Marrakesh, also known by the French spelling Marrakech, is a major city of the Kingdom of Morocco. It is the fourth largest city in the country, after Casablanca, Fez and Tangier. It is located to the north of the foothills of the snow-capped Atlas Mountains
Like many Moroccan cities, Marrakesh comprises an old fortified city packed with vendors and their stalls bordered by modern neighbourhoods, the most prominent of which is Gueliz. Today it is one of the busiest cities in Africa and serves as a major economic centre and tourist destination. Tourism is strongly advocated by the reigning Moroccan monarch, Mohammed VI, with the goal of doubling the number of tourists visiting Morocco to 20 million by 2020.
Climate
A hot semi-arid climate predominates at Marrakesh. Average temperatures range from 12 °C in the winter to 26–30 °C in the summer. The relatively wet winter and dry summer precipitation pattern of Marrakesh mirrors precipitation patterns found in Mediterranean climates. However, the city receives less rain than is typically found in a Mediterranean climate, resulting in a semi-arid climate classification
Economy
Marrakesh is a vital component to the economy and culture of Morocco. Improvements to the highways from Marrakesh to Casablanca, Agadir and the local airport have led to a dramatic increase in tourism in the city, which now attracts over two million tourists annually. Because of the importance of tourism to Morocco’s economy, King Mohammed VI has vowed to attract 20 million tourists a year to Morocco by 2020, doubling the number of tourists from 2012.
Trade and crafts are extremely important to the local tourism-fueled economy.
Landmarks
Jemaa el-Fnaa
The Jemaa el-Fnaa is one of the best-known squares in Africa and is the centre of city activity and trade. It has been described as a “world-famous square”, “a metaphorical urban icon, a bridge between the past and the present, the place where Moroccan tradition encounters modernity.” Today the square attracts people from a diversity of social and ethnic backgrounds and tourists from all around the world. Snake charmers, acrobats, magicians, mystics, musicians, monkey trainers, herb sellers, story-tellers, dentists, pickpockets, and entertainers in medieval garb still populate the square.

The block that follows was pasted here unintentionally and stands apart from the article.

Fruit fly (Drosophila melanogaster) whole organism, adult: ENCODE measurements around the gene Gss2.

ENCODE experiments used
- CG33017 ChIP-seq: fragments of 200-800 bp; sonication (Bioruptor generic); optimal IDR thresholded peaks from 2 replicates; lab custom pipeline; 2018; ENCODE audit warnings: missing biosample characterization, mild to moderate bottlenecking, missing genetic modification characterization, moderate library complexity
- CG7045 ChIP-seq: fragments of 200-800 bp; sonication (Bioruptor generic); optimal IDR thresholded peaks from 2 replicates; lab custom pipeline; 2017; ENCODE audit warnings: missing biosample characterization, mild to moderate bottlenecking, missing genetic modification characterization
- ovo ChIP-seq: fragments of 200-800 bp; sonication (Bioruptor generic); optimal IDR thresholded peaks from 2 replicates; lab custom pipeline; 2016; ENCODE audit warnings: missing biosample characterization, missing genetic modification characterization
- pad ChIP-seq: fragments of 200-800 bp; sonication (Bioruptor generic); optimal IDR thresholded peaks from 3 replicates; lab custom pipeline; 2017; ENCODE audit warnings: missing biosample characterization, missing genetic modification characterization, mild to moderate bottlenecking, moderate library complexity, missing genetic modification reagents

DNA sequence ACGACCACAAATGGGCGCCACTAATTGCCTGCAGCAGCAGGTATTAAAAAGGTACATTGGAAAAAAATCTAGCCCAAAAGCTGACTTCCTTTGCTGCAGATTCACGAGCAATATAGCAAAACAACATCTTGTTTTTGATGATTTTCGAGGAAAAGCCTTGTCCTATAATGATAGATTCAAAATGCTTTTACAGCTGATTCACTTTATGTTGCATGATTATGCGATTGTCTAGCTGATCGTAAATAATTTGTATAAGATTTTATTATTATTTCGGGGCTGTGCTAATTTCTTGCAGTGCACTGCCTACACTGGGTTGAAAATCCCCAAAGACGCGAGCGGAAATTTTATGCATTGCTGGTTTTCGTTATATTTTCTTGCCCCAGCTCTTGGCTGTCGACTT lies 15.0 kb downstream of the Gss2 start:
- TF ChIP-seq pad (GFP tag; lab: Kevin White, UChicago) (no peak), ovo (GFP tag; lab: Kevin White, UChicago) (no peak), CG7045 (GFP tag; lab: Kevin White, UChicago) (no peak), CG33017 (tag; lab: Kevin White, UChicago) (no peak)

Souks
Marrakesh has the largest traditional Berber market in Morocco and the image of the city is closely associated with its souks. Paul Sullivan cites the souks as the principal shopping attraction in the city: “A honeycomb of intricately connected alleyways, this fundamental section of the old city is a micro-medina in itself, comprising a dizzying number of stalls and shops that range from itsy kiosks no bigger than an elf’s wardrobe to scruffy store-fronts that morph into glittering Aladdin’s Caves once you’re inside.” Historically the souks of Marrakesh were divided into retail areas for particular goods such as leather, carpets, metalwork and pottery. These divisions still roughly exist but with significant overlap. Many of the souks sell items like carpets and rugs, traditional Muslim attire, leather bags, and lanterns. Haggling is still a very important part of trade in the souks.
City walls and gates
The ramparts of Marrakesh, which stretch for some 19 kilometres around the medina of the city, were built by the Almoravids in the 12th century as protective fortifications. The walls are made of a distinct orange-red clay and chalk, giving the city its nickname as the “red city”; they stand up to 19 feet high and have 20 gates and 200 towers along them. Bab Agnaou was built in the 12th century during the Almohad dynasty. The Berber name Agnaou, like Gnaoua, refers to people of Sub-Saharan African origin .This ornamentation is framed by three panels marked with an inscription from the Quran in Maghrebi script using foliated Kufic letters, which were also used in Al-Andalus. Bab Agnaou was renovated and its opening reduced in size during the rule of sultan Mohammed ben Abdallah. Bab Aghmat is located east of the Jewish and Muslim cemeteries, and is near the tomb of Ali ibn Yusuf.
Palaces and Riads
The historic wealth of the city is manifested in palaces, mansions and other lavish residences. The main palaces are El Badi Palace, the Royal Palace and Bahia Palace. Riads (Moroccan mansions) are common in Marrakesh. Based on the design of the Roman villa, they are characterized by an open central garden courtyard surrounded by high walls. This construction provided the occupants with privacy and lowered the temperature within the building.